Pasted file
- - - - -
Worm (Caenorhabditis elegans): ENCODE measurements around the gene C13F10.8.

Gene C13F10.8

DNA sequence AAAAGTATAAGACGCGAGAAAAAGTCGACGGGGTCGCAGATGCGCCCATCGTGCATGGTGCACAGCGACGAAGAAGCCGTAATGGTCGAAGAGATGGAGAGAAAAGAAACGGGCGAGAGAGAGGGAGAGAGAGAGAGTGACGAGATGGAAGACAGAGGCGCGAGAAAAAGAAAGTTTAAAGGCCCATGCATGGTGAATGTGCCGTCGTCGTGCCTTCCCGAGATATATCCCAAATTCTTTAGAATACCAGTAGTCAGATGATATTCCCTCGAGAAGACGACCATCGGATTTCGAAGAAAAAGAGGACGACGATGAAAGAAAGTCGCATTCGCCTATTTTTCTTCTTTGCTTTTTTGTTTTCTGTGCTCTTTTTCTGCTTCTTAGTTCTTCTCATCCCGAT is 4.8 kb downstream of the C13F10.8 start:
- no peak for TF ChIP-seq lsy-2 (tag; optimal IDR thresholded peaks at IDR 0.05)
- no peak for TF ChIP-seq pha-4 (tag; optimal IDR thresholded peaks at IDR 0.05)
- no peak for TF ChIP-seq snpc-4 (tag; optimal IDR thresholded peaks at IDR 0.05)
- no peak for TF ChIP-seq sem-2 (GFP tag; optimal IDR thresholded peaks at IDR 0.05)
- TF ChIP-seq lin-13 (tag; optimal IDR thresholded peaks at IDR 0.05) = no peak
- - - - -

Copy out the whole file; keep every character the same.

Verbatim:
Worm (Caenorhabditis elegans): ENCODE measurements around the gene C13F10.8.

Gene C13F10.8

DNA sequence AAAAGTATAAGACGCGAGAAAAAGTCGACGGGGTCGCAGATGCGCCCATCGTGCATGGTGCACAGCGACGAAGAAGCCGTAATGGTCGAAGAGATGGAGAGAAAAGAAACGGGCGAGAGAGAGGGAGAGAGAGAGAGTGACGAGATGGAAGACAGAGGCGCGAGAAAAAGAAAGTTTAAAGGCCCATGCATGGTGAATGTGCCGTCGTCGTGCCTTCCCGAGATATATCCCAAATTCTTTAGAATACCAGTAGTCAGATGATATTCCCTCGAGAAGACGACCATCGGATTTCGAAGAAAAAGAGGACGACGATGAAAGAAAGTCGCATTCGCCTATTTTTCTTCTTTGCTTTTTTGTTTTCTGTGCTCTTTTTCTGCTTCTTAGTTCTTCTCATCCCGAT is 4.8 kb downstream of the C13F10.8 start:
- no peak for TF ChIP-seq lsy-2 (tag; optimal IDR thresholded peaks at IDR 0.05)
- no peak for TF ChIP-seq pha-4 (tag; optimal IDR thresholded peaks at IDR 0.05)
- no peak for TF ChIP-seq snpc-4 (tag; optimal IDR thresholded peaks at IDR 0.05)
- no peak for TF ChIP-seq sem-2 (GFP tag; optimal IDR thresholded peaks at IDR 0.05)
- TF ChIP-seq lin-13 (tag; optimal IDR thresholded peaks at IDR 0.05) = no peak